Location: ERC 536
Scientific Advisors: Fausto Cattaneo, Alexei M. Khokhlov
Publications: ADS | arXiv
Ian Remming is a graduate student and a doctoral candidate. His research is focused on modeling magneto-hydrodynamical thermonuclear explosions in magnetized degenerate plasma in collaboration with Prof. Alexei Khokhlov.
Ph.D. Thesis Defense (Astronomy)
Defense date: June 20, 2018
The Propagation of Flame Fronts Through Inhomogeneously Magnetized Plasma"
Ph.D. Committee members: Fausto Cattaneo (PhD advisor), Doyal "Al" Harper, Arieh Konigl, and Robert Rosner.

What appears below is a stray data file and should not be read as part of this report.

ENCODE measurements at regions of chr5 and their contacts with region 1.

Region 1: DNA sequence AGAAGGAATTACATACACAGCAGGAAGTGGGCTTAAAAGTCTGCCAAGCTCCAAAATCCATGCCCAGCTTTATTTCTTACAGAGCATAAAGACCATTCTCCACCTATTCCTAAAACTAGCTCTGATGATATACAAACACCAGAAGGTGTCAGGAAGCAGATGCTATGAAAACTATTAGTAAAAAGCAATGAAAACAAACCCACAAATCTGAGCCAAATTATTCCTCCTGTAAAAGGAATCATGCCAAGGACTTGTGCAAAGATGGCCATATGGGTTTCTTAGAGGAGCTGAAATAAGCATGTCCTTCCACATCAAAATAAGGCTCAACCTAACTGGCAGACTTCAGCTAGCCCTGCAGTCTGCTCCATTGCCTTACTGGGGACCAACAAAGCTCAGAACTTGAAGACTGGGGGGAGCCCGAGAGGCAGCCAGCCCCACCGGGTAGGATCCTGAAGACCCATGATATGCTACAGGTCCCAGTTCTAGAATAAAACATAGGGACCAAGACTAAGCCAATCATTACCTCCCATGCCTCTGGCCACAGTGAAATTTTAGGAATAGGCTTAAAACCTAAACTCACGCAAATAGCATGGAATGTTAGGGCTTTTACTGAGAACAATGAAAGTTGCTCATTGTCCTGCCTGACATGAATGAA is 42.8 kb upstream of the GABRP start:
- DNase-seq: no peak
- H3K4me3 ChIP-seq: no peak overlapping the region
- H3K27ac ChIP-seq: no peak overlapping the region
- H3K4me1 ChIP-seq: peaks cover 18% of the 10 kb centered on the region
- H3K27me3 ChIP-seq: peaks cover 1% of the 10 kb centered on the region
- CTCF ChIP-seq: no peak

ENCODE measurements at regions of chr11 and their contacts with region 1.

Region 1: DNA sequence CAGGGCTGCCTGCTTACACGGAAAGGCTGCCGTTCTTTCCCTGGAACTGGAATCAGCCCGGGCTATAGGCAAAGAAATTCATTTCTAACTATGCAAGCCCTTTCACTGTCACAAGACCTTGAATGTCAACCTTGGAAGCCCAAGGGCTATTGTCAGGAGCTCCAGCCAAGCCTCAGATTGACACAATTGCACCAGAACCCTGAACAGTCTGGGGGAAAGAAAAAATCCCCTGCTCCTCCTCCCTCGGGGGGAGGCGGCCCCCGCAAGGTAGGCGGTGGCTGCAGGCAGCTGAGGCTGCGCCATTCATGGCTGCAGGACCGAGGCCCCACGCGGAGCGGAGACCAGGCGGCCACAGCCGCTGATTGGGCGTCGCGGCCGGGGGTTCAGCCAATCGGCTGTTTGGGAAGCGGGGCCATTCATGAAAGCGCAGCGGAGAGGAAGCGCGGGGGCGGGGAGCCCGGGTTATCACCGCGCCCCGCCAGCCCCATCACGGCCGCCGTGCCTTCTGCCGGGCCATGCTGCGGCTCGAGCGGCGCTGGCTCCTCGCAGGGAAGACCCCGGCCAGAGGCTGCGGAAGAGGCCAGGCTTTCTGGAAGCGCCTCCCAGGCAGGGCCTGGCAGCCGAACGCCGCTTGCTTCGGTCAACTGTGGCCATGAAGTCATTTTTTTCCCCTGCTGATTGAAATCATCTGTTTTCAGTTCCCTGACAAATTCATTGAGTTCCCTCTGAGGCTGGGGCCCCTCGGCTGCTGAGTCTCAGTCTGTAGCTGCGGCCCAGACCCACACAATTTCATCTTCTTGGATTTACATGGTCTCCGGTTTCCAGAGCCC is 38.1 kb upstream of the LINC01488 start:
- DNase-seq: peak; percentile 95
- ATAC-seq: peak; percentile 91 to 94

Thesis Abstract: The effects of an inhomogeneous magnetic medium on the propagation of magneto-hydrodynamical (MHD) laminar flame fronts are investigated. This investigation is motivated by the occurrence of magnetized thermonuclear combustion in several astrophysical systems. Magnetized thermonuclear burning occurs on the surfaces of neutron stars during Type I X-ray bursts, within the interiors of white dwarfs during Type Ia supernovae, during classical novae, and may be important for certain core collapse supernovae as well. Thermonuclear flames that propagate in these systems travel through inhomogeneous magnetic fields. We present the results of a series of numerical simulations of magnetized flame propagation conducted using the MHD extension to the High-Speed Combustion and Detonation (HSCD) code. A simplified flame model is used with one-step Arrhenius kinetics, a perfect gas equation of state, and constant thermal conductivity coefficients. Although idealized, the model allows for the opportunity to study the physics of the problem without the complexities of the nuclear kinetics of thermonuclear burning. We simulate the propagation of laminar flames through inhomogeneous magnetic media. A changing magnetic medium significantly alters the structure of the flame through the generation of an electric current that propagates out of the plane of the flame front. The electric current rotates the direction of the magnetic field across the flame and produces strong shear flows. Furthermore, for flames that conduct heat anisotropically and that propagate at an angle to the magnetic field, the flame speed increases due to the non-uniform magnetic field. Naturally occurring flames in astrophysical systems may experience similar changes to their structure and speed that would influence the observational properties of these systems.
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